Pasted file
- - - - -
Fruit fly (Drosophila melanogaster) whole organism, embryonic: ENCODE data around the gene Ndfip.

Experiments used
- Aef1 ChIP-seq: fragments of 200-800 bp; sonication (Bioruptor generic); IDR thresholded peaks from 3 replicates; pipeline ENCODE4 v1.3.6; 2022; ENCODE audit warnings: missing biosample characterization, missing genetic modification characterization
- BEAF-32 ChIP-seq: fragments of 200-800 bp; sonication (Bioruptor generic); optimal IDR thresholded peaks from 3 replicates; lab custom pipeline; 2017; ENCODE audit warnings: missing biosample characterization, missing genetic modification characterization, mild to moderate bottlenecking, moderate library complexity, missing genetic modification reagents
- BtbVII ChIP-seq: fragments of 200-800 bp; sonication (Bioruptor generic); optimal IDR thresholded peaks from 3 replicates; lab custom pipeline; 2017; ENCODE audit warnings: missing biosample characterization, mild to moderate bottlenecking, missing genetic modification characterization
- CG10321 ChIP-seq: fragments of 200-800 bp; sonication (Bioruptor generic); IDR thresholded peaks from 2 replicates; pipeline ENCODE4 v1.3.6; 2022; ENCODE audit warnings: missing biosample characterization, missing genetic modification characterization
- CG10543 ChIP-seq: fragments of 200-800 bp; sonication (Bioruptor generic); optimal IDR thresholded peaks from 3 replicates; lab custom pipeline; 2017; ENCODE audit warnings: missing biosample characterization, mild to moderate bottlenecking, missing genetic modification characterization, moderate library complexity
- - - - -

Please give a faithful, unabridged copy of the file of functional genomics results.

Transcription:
Fruit fly (Drosophila melanogaster) whole organism, embryonic: ENCODE data around the gene Ndfip.

Experiments used
- Aef1 ChIP-seq: fragments of 200-800 bp; sonication (Bioruptor generic); IDR thresholded peaks from 3 replicates; pipeline ENCODE4 v1.3.6; 2022; ENCODE audit warnings: missing biosample characterization, missing genetic modification characterization
- BEAF-32 ChIP-seq: fragments of 200-800 bp; sonication (Bioruptor generic); optimal IDR thresholded peaks from 3 replicates; lab custom pipeline; 2017; ENCODE audit warnings: missing biosample characterization, missing genetic modification characterization, mild to moderate bottlenecking, moderate library complexity, missing genetic modification reagents
- BtbVII ChIP-seq: fragments of 200-800 bp; sonication (Bioruptor generic); optimal IDR thresholded peaks from 3 replicates; lab custom pipeline; 2017; ENCODE audit warnings: missing biosample characterization, mild to moderate bottlenecking, missing genetic modification characterization
- CG10321 ChIP-seq: fragments of 200-800 bp; sonication (Bioruptor generic); IDR thresholded peaks from 2 replicates; pipeline ENCODE4 v1.3.6; 2022; ENCODE audit warnings: missing biosample characterization, missing genetic modification characterization
- CG10543 ChIP-seq: fragments of 200-800 bp; sonication (Bioruptor generic); optimal IDR thresholded peaks from 3 replicates; lab custom pipeline; 2017; ENCODE audit warnings: missing biosample characterization, mild to moderate bottlenecking, missing genetic modification characterization, moderate library complexity